Russia successfully test-fired a large long-range missile on Friday whose future as a mainstay of its nuclear arsenal has been clouded by past failures.
The military said the 12-metre (40-foot) long, multiple-warhead Bulava missile -- Russian for 'Mace' -- was fired from the atomic-powered submarine Yuri Dolgoruky in the White Sea in northwestern Russia.
Its warheads hit the target area on the Kamchatka peninsula some 6,000 km (3,700 miles) to the east, Defence Ministry spokesman Igor Konashenkov said.
"The flight went according to plan and the warheads reached the testing ground at the appropriate time," he said on state-run Rossiya 24 television.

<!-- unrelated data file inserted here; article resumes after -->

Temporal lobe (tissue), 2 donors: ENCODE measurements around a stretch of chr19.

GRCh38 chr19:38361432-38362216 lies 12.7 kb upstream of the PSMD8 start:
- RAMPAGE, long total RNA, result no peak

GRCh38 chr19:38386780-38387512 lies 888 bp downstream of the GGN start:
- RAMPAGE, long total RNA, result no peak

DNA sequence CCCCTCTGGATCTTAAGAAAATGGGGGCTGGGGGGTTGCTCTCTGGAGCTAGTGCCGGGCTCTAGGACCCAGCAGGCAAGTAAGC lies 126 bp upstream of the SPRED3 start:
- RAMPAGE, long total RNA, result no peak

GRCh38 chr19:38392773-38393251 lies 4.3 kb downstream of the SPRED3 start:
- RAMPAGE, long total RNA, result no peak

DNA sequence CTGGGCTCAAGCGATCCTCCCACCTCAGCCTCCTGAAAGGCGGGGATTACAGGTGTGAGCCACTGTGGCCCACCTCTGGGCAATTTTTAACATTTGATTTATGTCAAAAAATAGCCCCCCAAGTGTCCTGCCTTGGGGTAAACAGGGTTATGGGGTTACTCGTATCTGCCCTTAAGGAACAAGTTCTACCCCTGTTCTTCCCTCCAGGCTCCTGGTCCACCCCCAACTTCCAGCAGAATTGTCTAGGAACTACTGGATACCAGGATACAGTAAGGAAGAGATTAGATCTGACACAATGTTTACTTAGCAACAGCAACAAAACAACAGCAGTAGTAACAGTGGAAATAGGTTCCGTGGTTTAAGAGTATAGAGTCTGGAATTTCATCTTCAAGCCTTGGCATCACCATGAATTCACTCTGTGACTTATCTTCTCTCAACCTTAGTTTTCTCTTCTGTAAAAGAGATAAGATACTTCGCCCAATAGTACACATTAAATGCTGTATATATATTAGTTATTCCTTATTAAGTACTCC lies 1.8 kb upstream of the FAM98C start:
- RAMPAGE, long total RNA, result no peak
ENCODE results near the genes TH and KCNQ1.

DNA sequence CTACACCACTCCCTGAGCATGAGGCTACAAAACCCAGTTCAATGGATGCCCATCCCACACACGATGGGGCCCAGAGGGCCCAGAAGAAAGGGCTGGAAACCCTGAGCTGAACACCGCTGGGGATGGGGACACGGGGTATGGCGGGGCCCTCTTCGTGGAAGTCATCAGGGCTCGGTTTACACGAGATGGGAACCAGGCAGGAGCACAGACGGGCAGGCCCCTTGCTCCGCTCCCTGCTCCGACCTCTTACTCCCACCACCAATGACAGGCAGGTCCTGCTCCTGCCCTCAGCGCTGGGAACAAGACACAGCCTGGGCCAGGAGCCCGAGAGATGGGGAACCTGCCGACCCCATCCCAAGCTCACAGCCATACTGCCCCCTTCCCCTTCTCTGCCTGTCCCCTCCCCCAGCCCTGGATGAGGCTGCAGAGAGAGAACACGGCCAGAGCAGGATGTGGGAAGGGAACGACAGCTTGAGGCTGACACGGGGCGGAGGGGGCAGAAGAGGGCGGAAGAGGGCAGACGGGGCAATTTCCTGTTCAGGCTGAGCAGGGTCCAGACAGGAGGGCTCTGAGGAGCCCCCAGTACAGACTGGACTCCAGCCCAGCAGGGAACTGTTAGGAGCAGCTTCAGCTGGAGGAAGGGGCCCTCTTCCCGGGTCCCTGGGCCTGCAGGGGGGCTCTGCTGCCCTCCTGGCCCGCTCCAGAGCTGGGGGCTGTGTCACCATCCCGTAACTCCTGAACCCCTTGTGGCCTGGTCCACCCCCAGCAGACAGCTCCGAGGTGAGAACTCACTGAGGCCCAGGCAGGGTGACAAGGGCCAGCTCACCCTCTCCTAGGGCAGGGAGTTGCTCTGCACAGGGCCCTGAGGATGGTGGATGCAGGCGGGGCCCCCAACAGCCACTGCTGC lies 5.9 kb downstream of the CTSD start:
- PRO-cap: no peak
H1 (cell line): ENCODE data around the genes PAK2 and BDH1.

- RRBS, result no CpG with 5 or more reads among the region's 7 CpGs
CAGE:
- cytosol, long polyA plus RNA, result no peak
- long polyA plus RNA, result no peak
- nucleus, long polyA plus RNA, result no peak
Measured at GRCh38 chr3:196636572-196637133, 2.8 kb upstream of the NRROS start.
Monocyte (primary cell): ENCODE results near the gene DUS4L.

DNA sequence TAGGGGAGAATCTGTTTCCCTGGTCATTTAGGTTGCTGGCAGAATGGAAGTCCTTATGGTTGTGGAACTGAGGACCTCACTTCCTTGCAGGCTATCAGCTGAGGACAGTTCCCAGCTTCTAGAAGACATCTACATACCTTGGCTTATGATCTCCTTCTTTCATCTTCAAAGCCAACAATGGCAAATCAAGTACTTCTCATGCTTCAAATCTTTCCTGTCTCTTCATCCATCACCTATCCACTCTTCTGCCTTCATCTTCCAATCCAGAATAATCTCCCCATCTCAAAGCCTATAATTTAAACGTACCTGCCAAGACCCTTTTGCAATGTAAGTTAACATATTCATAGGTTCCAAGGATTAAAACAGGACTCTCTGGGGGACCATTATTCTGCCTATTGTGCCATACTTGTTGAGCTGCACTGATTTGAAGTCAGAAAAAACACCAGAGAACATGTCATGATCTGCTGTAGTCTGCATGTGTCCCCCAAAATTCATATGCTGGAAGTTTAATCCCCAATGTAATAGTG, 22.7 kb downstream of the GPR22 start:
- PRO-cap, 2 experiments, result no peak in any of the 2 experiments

It was the third successful test launch this year of the Bulava, which failed in seven of its previous 14 tests, raising doubts about plans to use it as the cornerstone of Russia's nuclear deterrent for the next three decades.
One Bulava can hold six to 10 nuclear warheads, enough to deliver an impact up to 100 times the power of the atomic blast that devastated Hiroshima in 1945. Russia hopes to put the missile into service by next year.
Russia agreed to new limits on long-range nuclear arms in the 2009 New START treaty with the United States, but has emphasised they will remain a crucial element of its defences and signalled further cuts will be tough to achieve.